Waste-Free Holidays | Waste Reduction Week in Canada

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Waste-Free Holidays

Christmas celebrations generate a lot of trash. In their quest to reduce waste, some Canadian families are cutting back on more than just wrapping paper and disposable dishware — they're also cutting back on presents.

Those that do it say that's key to reducing waste. They acknowledge it's a challenge in a culture where Christmas is often about lavish buying and spending and can lead to conflicts with extended family. But they say it also comes with rewards — including a more fun, less stressful and more meaningful holiday.

Household waste can increase more than 25% over the holidays. The majority of nearly half-a-million tonnes of holiday waste that goes to Canadian landfills each year is made up of discarded gift-wrapping and shopping bags.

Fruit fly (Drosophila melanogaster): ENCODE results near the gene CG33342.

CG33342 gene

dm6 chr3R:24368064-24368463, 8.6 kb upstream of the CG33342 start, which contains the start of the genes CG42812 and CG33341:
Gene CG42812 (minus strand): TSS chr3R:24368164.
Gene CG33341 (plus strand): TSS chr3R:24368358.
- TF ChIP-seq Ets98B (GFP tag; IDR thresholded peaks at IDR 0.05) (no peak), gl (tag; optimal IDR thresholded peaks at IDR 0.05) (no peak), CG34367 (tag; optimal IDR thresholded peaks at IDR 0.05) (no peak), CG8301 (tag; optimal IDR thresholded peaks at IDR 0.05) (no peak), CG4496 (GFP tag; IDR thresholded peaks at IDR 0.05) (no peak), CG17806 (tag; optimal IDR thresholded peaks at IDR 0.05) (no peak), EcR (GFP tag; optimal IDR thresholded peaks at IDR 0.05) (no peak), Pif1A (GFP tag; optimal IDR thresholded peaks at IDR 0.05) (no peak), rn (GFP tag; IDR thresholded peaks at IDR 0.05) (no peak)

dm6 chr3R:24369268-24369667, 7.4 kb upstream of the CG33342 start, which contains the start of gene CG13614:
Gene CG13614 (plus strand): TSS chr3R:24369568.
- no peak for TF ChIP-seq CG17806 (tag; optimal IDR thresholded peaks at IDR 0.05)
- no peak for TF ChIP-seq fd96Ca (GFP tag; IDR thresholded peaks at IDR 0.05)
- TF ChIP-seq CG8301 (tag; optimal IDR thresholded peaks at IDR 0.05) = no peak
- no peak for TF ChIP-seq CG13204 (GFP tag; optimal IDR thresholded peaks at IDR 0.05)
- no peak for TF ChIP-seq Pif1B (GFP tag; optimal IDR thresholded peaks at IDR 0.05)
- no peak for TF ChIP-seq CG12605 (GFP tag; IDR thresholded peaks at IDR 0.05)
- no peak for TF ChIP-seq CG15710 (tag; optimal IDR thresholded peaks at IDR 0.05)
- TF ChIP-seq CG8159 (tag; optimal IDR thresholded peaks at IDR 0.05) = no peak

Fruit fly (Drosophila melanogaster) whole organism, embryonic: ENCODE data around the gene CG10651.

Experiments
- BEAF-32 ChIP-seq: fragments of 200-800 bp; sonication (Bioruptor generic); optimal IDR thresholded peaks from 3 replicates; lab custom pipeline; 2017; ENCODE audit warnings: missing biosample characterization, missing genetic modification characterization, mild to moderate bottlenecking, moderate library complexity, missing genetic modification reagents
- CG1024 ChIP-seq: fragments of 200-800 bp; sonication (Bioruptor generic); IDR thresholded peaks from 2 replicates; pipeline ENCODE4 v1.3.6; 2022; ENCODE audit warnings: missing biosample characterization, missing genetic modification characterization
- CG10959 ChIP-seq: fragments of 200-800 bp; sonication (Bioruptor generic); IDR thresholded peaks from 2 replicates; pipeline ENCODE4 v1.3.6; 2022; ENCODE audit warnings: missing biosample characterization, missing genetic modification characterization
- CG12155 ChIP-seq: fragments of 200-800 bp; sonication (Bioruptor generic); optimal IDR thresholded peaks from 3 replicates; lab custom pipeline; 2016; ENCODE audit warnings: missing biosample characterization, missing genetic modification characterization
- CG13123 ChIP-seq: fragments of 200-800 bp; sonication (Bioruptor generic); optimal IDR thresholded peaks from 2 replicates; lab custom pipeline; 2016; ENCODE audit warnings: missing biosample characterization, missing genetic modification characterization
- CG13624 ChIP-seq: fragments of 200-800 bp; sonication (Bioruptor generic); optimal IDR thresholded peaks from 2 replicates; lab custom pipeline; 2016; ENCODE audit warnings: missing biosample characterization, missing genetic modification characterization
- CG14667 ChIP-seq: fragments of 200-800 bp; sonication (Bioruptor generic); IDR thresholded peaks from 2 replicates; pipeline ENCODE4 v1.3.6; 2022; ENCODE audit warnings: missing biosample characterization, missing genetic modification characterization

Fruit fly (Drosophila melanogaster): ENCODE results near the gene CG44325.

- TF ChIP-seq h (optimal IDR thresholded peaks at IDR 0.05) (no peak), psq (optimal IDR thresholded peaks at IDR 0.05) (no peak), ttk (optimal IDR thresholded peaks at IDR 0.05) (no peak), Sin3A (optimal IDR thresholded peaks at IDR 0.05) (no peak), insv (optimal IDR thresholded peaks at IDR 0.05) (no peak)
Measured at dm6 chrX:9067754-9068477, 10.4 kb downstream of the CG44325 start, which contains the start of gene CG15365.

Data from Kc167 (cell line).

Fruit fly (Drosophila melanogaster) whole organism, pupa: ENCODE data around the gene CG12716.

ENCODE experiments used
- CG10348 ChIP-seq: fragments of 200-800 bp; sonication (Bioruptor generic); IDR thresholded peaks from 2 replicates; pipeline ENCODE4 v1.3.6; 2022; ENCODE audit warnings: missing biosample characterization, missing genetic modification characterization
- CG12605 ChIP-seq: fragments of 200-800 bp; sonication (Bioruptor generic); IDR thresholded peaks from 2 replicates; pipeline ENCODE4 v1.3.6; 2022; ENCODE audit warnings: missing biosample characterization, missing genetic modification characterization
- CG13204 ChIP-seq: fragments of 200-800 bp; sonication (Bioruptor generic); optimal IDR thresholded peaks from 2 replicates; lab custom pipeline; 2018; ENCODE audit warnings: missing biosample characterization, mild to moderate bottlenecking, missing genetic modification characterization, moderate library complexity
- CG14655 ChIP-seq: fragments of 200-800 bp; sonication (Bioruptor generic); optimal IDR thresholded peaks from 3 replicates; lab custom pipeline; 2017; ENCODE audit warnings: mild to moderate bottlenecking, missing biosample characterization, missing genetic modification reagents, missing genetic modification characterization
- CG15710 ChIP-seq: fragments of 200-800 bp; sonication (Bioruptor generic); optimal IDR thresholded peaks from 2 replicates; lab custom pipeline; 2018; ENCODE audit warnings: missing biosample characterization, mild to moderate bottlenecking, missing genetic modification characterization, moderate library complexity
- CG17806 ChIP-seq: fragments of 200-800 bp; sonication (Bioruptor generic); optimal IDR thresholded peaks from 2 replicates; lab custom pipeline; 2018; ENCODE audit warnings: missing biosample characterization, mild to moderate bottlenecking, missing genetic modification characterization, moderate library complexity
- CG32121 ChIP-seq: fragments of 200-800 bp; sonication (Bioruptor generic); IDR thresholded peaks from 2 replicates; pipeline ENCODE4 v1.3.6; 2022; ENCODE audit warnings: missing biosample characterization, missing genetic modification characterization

In Peterborough, and many other municipalities, plastic and foil wrapping paper, bubble wrap, ribbons, and gift bows, go into the garbage over the holidays and are trucked off to our landfill.

Try giving differently this season to keep unnecessary waste from entering our landfills. Need some inspiration? Metro Vancouver's Merry Memory Maker has over 170 ideas to get you started. 

Canadians will send 100,000 elephants worth of wrapping paper to the dump this year and Christmas presents are a big culprit.

Zero Waste Canada, a Vancouver-based advocacy group, estimates each Canadian tosses about 50 kilograms of garbage over the holidays, 25 per cent more than the rest of the year, thanks to the purchase of 3,000 tonnes of foil, 2.6 billion Christmas cards and six millions rolls of tape.

Skip the wrapping paper and try out the art of Furoshiki using fabrics from around the house. Furoshiki is a Japanese cloth-folding technique that allows you to wrap objects of various shapes and sizes in a single piece of cloth.

No tape? No problem!

You can also do Furoshiki using wrapping paper. No tape or bows required.

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